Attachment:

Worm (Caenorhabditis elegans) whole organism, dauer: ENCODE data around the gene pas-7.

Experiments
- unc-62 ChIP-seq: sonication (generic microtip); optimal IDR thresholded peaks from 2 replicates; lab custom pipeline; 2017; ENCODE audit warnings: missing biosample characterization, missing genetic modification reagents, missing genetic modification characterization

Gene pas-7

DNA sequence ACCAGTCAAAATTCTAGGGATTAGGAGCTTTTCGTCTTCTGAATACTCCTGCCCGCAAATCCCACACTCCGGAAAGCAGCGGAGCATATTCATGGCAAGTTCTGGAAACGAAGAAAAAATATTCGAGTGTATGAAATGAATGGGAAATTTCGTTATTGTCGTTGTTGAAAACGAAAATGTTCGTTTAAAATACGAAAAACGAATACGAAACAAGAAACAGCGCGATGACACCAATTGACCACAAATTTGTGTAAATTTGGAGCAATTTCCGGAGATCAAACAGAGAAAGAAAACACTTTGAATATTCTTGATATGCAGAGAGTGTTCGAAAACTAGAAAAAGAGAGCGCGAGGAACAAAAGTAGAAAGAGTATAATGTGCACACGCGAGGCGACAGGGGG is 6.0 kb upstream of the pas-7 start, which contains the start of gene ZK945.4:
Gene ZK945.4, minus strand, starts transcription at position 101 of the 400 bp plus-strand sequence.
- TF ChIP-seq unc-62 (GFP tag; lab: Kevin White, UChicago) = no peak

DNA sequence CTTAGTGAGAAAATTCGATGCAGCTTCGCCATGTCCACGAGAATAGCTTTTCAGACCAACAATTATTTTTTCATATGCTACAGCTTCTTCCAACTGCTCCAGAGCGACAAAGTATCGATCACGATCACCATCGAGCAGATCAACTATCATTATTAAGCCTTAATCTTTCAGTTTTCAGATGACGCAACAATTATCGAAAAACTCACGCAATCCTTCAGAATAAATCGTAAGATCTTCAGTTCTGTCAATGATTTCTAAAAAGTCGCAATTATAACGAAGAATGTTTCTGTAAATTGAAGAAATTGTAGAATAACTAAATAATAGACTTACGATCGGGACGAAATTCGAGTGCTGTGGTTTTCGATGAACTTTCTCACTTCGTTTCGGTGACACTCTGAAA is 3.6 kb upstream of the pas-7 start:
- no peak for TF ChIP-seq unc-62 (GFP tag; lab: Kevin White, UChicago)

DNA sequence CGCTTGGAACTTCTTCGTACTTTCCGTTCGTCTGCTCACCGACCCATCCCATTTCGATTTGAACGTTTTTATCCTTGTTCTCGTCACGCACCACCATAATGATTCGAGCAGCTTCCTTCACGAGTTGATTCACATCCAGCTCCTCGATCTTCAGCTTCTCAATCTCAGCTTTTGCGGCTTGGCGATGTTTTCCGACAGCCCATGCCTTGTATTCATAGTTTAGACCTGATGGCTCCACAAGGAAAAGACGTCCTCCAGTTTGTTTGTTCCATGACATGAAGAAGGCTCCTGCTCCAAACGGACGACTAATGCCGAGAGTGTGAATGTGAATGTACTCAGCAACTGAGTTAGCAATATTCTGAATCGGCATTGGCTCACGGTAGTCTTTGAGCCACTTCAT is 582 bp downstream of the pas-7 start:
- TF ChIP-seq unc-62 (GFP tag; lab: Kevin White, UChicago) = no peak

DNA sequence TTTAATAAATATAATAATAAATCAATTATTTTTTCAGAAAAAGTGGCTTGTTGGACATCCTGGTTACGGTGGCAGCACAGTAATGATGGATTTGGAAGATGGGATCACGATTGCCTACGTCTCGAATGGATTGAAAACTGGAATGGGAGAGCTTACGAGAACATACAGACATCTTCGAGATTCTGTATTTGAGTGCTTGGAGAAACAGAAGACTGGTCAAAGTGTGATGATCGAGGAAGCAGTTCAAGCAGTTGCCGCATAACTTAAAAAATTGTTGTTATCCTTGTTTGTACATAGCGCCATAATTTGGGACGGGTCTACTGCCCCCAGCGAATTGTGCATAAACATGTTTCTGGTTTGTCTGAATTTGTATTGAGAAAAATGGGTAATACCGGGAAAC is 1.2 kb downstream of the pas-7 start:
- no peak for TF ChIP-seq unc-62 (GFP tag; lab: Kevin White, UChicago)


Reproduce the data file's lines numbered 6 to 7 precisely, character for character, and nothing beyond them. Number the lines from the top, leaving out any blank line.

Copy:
Gene ZK945.4, minus strand, starts transcription at position 101 of the 400 bp plus-strand sequence.
- TF ChIP-seq unc-62 (GFP tag; lab: Kevin White, UChicago) = no peak